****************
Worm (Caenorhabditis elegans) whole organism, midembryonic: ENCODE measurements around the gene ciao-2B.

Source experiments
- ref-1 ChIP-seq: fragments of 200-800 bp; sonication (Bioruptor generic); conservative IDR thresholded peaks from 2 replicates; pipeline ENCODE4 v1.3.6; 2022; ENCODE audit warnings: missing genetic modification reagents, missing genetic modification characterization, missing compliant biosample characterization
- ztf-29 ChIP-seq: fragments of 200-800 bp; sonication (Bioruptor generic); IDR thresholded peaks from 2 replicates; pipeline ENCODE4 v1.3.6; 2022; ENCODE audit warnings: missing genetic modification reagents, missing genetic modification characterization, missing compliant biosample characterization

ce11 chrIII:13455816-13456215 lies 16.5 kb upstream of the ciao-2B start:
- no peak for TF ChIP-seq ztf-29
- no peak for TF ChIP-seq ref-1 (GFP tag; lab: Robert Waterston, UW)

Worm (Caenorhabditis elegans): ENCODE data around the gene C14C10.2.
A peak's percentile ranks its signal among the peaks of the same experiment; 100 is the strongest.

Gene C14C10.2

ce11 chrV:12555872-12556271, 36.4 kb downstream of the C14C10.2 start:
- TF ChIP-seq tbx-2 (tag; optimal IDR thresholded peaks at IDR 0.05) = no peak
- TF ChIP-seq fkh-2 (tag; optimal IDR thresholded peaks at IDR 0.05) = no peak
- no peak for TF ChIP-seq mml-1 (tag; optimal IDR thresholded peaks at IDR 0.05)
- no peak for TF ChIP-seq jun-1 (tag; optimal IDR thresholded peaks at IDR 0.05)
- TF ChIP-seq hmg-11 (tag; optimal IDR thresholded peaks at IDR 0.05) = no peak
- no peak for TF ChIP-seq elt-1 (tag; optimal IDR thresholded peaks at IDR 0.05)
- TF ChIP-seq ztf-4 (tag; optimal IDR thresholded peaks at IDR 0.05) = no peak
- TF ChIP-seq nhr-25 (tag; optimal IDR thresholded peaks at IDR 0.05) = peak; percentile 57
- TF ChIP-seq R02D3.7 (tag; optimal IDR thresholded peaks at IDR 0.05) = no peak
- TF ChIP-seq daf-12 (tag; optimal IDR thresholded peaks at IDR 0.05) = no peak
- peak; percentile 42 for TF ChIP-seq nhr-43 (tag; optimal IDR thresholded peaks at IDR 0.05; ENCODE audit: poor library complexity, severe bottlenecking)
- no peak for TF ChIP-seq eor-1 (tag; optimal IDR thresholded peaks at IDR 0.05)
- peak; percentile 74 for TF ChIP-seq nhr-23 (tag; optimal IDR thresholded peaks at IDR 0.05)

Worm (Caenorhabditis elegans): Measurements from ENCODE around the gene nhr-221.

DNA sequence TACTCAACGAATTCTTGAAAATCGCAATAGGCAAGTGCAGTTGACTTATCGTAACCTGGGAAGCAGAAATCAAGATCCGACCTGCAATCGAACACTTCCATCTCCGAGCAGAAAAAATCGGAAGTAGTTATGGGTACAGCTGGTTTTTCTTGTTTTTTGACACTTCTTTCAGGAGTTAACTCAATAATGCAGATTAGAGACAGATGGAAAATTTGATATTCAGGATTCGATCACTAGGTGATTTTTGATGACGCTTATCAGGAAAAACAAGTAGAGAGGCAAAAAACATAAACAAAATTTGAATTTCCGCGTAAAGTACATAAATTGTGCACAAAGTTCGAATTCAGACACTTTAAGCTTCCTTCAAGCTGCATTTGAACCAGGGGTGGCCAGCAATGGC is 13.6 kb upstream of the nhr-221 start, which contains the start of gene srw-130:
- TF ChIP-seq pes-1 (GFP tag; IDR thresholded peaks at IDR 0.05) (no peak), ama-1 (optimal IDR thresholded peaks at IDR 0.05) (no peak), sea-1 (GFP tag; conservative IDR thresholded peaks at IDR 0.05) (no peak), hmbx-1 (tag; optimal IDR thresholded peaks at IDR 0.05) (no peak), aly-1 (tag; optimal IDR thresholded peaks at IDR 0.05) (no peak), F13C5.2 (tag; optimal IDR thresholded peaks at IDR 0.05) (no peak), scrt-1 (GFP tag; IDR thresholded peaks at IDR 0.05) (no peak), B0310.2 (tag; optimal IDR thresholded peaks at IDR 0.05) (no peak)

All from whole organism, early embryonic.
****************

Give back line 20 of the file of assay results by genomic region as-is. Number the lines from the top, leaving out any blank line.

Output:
- TF ChIP-seq R02D3.7 (tag; optimal IDR thresholded peaks at IDR 0.05) = no peak